A Pale View of Hills

A Pale View of Hills by Kazuo Ishiguro

Book: A Pale View of Hills by Kazuo Ishiguro Read Free Book Online
Authors: Kazuo Ishiguro
under the covers looking in turn at those objects visible in the pale light. After several minutes I felt somewhat calmer and closed my eyes again. I did not sleep, however. I thought of the landlady—Keikos landlady— and how she had finally opened the door of that room in Manchester.
    I opened my eyes and once more looked at the objects in the room. Finally I rose and put on my dressing gown. I made my way to the bathroom, taking care not to arouse Niki, asleep in the spare room next to mine. When I came out of the bathroom, I remained standing on the landing for some time. Beyond the staircase, at the far end of the hallway, I could see the door of Keiko’s room. The door, as usual, was shut. I went on staring at it, then moved a few steps forward. Eventually, I found myself standing before it. Once, as I stood there, I thought I heard a small sound, some movement from within. I listened for a while but the sound did not come again. I reached forward and opened the door.
    Keikos room looked stark in the greyish light; a bed covered with a single sheet, her white dressing table, and on the floor, several cardboard boxes containing those of her belongings she had not taken with her to. Manchester. I stepped further into the room. The curtains had been left open and I could see the orchard below. The sky looked pale and white; it did not appear to be raining. Beneath the window, down on the grass, two birds were pecking at some fallen apples. I started to feel the cold then and returned to my mom.
    “A friend of mine’s writing a poem about you,” said Niki.
    We were eating breakfast in the kitchen.
    “About me? Why on earth is she doing that?”
    “I was telling her about you and she decided she’d write a poem. She’s a brilliant poet."
    “A poem about me? How absurd. What is there to write about? She doesn’t even know me.”
    “I just said, Mother. I told her about you. It’s amazing how well she understands people. She’s been through quite a bit herself, you see.”
    “I see. And how old is this Mend of yours?”
    “Mother, you’re always so obsessed about how old people are. It doesn’t matter how old someone is, it’s what they’ve experienced that counts. People can get to be a hundred and not experience a thing.”
    “I suppose so.” I gave a laugh and glanced towards the windows. Outside, it had started to drizzle.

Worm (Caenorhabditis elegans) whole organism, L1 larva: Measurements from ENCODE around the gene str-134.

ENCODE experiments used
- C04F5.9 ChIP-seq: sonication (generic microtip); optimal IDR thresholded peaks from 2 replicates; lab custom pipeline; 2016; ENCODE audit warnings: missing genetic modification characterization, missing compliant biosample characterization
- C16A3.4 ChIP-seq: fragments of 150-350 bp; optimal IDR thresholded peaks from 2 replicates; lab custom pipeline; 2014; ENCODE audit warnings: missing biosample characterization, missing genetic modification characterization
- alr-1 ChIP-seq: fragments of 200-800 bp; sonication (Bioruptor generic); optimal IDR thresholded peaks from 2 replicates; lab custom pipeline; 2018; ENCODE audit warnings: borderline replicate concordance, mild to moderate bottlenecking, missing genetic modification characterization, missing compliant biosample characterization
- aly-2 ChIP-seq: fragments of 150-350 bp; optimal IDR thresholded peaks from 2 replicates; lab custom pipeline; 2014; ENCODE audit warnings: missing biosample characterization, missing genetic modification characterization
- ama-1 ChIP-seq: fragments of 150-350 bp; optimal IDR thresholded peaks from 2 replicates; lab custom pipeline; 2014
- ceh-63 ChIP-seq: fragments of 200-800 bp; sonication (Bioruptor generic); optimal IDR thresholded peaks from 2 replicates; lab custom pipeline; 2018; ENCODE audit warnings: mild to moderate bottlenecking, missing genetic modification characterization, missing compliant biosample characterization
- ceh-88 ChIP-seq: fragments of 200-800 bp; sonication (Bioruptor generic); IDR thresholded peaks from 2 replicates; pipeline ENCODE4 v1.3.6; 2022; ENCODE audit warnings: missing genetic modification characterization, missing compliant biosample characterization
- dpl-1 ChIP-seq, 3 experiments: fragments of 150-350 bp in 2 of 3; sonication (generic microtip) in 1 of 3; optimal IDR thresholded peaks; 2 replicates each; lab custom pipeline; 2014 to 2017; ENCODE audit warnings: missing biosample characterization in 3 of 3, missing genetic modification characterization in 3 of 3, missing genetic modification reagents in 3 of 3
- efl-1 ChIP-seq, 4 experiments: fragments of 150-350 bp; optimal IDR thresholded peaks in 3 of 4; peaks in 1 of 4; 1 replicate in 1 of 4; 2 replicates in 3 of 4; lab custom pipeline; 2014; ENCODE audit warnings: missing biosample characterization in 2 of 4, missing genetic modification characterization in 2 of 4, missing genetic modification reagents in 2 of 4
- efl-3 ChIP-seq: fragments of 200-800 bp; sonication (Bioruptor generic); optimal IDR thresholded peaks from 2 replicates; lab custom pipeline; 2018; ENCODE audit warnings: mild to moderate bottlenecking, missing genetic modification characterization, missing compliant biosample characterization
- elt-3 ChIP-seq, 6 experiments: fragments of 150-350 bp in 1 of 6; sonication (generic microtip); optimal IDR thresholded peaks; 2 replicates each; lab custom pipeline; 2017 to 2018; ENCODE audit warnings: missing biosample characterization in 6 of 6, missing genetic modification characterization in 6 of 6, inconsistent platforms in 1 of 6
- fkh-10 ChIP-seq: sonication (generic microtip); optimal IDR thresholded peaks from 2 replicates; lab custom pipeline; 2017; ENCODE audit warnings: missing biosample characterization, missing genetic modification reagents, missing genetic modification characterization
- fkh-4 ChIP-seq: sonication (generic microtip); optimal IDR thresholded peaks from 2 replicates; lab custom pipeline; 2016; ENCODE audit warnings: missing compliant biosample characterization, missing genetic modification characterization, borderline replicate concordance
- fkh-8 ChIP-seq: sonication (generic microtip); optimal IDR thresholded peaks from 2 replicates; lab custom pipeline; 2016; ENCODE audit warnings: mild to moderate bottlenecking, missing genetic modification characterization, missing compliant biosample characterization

“I was telling her about you," Niki said. “About you and Dad and how you left Japan. She was really impressed. She appreciates what it must have been like, how it wasn’t quite as easy as it sounds.
    For a moment, I went on gazing at the windows. Then I said quickly: “I’m sure your friend will write a marvellous poem." I took an apple from the fruit basket and Niki watched as I began to peel it with my knife.
    “So many women”, he said, “get stuck with kids and lousy husbands and they’re just miserable. But they can’t pluck up the courage to do a thing about it. They’ll just go on like that for the rest of their lives
    “I see. So you’re saying they should desert their children, are you, Niki?”
    You know what I mean. It’s pathetic when people just waste away their lives.”
    I did not speak, although my daughter paused as if expecting me to do so.
    “It couldn’t have been easy, what you did, Mother. You ought to be proud of what you did with your life.” I continued to peel the apple. When I had finished, I dried my fingers on the napkin.
    “My friends all think so too,’ said Niki. “The ones I’ve told anyway.”
    “I’m very flattered. Please thank your marvellous friends.”
    “I was just saying, that’s all.”
    “Well you’ve made your point quite clearly now.” Perhaps I was unnecessarily curt with her that morning, but then it was presumptious of Niki to suppose I would need reassuring on such matters. Besides, she has little idea of what actually occurred during those last days in gki. One supposes she has built up some sort of

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